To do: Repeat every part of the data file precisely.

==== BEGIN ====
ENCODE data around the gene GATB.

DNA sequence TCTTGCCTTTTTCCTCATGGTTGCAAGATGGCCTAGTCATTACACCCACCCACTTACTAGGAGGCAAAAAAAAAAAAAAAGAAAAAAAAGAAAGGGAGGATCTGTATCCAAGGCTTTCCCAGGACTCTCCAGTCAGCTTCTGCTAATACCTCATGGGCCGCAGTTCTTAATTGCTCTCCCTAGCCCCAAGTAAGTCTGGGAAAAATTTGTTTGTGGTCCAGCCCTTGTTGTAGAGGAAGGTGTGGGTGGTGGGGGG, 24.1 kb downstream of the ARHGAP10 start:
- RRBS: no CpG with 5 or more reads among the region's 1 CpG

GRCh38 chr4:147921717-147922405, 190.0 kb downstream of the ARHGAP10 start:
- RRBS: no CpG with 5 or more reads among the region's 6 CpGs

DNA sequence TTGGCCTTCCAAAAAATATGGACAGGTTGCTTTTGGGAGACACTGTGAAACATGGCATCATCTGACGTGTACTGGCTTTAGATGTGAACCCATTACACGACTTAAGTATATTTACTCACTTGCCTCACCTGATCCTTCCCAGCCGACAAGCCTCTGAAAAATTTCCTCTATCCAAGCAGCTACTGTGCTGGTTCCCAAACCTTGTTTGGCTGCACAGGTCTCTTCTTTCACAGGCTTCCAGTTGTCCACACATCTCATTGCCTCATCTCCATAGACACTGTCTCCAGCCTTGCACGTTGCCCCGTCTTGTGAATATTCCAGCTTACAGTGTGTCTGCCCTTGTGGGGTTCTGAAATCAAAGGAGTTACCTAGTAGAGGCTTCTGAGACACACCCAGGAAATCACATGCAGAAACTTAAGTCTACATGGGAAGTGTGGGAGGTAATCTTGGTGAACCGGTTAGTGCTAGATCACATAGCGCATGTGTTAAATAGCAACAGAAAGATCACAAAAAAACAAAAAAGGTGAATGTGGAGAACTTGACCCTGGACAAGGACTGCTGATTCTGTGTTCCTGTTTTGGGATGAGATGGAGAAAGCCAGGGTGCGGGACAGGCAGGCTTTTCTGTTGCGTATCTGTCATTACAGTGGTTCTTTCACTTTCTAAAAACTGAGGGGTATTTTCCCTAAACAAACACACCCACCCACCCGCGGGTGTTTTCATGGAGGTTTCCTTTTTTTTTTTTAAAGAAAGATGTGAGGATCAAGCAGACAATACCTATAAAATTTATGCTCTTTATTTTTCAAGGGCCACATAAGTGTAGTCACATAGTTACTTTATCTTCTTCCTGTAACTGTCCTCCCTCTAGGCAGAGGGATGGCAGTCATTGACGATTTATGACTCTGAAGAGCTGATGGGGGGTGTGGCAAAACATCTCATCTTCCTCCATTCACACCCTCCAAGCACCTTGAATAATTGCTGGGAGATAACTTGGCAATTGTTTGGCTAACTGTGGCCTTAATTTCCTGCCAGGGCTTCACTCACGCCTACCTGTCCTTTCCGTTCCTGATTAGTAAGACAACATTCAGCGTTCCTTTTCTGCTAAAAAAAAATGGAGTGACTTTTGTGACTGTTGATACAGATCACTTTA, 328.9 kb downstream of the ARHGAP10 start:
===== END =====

ENCODE data around the gene GATB.

DNA sequence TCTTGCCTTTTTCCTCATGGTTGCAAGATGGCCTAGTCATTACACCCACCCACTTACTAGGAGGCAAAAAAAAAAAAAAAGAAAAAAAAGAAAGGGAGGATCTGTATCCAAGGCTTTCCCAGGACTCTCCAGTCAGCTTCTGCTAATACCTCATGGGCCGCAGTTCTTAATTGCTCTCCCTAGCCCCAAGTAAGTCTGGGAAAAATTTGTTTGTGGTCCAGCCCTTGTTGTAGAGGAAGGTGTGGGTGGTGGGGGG, 24.1 kb downstream of the ARHGAP10 start:
- RRBS: no CpG with 5 or more reads among the region's 1 CpG

GRCh38 chr4:147921717-147922405, 190.0 kb downstream of the ARHGAP10 start:
- RRBS: no CpG with 5 or more reads among the region's 6 CpGs

DNA sequence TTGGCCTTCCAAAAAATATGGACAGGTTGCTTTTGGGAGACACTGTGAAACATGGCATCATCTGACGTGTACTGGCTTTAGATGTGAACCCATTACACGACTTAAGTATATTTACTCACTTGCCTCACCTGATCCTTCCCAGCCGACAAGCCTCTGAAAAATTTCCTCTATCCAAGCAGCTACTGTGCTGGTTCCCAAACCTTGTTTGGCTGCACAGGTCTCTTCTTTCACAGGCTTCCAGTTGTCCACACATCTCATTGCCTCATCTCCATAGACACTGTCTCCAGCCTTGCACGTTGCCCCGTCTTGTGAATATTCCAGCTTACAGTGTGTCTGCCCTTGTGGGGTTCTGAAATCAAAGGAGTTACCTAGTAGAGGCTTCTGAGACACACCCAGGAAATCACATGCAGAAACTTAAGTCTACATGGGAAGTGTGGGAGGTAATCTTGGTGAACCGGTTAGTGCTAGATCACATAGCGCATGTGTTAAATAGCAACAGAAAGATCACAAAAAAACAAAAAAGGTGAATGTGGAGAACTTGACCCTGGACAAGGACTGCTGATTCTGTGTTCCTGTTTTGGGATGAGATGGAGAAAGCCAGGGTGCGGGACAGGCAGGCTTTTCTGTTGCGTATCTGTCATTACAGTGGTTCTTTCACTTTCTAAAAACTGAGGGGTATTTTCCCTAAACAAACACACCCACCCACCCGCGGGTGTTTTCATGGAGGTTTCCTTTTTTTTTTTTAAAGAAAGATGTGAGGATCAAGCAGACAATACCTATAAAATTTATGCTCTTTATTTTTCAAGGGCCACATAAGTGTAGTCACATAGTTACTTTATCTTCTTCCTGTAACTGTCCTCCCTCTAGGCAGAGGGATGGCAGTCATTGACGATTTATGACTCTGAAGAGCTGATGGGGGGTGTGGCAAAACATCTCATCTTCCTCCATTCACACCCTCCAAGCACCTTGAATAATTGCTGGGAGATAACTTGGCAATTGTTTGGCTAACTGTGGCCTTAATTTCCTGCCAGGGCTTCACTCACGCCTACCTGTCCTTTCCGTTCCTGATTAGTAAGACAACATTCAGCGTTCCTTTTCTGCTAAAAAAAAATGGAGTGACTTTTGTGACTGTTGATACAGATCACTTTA, 328.9 kb downstream of the ARHGAP10 start: